*ZDM, 41*(4), 525–533.CrossRefGoogle Scholar - Drijvers, P. & Weigand, H. (2010). The role of handheld technology in the mathematics classroom.
*ZDM, 42*(7), 665–666.CrossRefGoogle Scholar - Ernest, P. (2002). Empowerment in mathematics education.
*Philosophy of Mathematics Journal.*Retrieved from http://www.ex.ac.uk/~PErnest/pome15/contents.htm. - Ferrara, F., Pratt, D. & Robutta, O. (2006). The role and uses of technologies for the teaching of algebra and calculus. In A. Gutiérrez & P. Boero (Eds.),
*Handbook of research on the psychology of mathematics education: Past, present and future*(pp. 237–273). Rotterdam: Sense Publishers.Google Scholar - Frankenstein, M. (2001, January).
*Reading the world with math: Goals for a critical mathematical literacy curriculum.*Keynote address delivered at the 18th biennial conference of the Australian Association of Mathematics Teachers, Canberra.Google Scholar - Galbraith, P., Renshaw, P., Goos, M. E. & Geiger, V. S. (2003). Technology-enriched classrooms: Some implications for teaching applications and modelling. In Q.-X. Ye, W. Blum, S. K. Houston & Q.-Y. Jiang (Eds.),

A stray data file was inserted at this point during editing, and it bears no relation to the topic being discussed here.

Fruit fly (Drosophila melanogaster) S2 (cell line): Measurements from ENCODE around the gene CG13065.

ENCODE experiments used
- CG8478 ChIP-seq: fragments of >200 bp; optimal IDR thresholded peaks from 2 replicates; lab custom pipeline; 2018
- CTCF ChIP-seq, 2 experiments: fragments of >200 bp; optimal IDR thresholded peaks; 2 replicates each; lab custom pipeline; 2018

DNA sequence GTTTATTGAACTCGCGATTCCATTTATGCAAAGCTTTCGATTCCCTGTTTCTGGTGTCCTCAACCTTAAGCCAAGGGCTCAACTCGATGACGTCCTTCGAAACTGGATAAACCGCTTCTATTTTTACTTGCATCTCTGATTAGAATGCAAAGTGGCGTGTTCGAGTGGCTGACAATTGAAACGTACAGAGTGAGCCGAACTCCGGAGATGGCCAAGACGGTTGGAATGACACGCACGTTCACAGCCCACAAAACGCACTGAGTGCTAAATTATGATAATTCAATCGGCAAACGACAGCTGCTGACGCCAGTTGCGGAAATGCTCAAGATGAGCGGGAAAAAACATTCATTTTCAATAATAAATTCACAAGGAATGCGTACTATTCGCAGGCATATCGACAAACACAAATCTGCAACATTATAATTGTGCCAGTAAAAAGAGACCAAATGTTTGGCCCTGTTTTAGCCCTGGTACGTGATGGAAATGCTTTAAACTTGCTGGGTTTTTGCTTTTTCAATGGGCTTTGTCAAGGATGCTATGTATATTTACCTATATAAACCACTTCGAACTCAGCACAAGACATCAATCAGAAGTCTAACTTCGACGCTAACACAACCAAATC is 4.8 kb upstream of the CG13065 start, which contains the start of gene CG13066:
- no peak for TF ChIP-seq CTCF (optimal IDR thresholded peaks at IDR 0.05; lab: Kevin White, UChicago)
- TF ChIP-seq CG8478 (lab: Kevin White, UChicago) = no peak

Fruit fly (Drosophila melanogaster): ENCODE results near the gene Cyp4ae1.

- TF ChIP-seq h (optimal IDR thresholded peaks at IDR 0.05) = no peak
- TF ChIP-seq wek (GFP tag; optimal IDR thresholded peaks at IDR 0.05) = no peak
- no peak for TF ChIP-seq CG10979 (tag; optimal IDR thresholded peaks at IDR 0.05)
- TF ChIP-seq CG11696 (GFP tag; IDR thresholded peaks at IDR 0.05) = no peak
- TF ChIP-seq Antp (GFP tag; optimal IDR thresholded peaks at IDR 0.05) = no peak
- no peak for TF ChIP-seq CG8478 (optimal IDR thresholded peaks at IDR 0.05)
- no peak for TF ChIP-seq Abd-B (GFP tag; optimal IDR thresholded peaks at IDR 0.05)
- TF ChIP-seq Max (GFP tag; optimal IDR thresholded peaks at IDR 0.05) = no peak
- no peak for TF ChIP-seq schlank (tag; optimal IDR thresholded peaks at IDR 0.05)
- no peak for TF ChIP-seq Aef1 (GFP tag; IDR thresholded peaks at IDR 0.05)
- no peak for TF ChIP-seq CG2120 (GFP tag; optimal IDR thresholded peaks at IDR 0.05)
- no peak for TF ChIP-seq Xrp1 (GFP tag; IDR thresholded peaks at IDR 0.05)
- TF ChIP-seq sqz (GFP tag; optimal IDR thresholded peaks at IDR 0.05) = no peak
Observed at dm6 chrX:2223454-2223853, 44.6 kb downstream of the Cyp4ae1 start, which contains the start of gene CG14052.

*Mathematical modelling in education and culture*(pp. 111–125). Chichester: Horwood Publishing.CrossRefGoogle Scholar - Geiger, V. (2005). Master, servant, partner and extension of self : A finer grained view of this taxonomy. In P. Clarkson, A. Downton, D. Gronn, M. Horne, A. McDonough, R. Pierce & A. Roche (Eds.),
*Building connections: Theory, research and practice (Proceedings of the 28th annual conference of the Mathematics Education Research Group of Australasia*(pp. 369–376). Melbourne: MERGA.Google Scholar - Geiger, V. (2011). Factors affecting teachers’ adoption of innovative practices with technology and mathematical modelling. In G. Kaiser, W. Blum, R. Borromeo-Ferri & G. Stillman (Eds.),
*Trends in the teaching and learning of mathematical modeling*(pp. 305–314). New York: Springer.CrossRefGoogle Scholar - Geiger, V., Faragher, R. & Goos, M. (2010). CAS-enabled technologies as ‘agents provocateurs’ in teaching and learning mathematical modelling in secondary school classrooms.
*Mathematics Education Research Journal, 22*(2), 48–68.CrossRefGoogle Scholar - Geiger, V., Goos, M. & Dole, S. (2011). Trajectories into professional learning in numeracy teaching. In J. Clarke, B. Kissane, J. Mousley, T. Spencer & S. Thornton (Eds.),
*Traditions and (new) practices (Proceedings of the 34th annual conference of the Mathematics Education Research Group of Australasia*(pp. 297–305). Adelaide: MERGA.Google Scholar - Goos, M. (2007).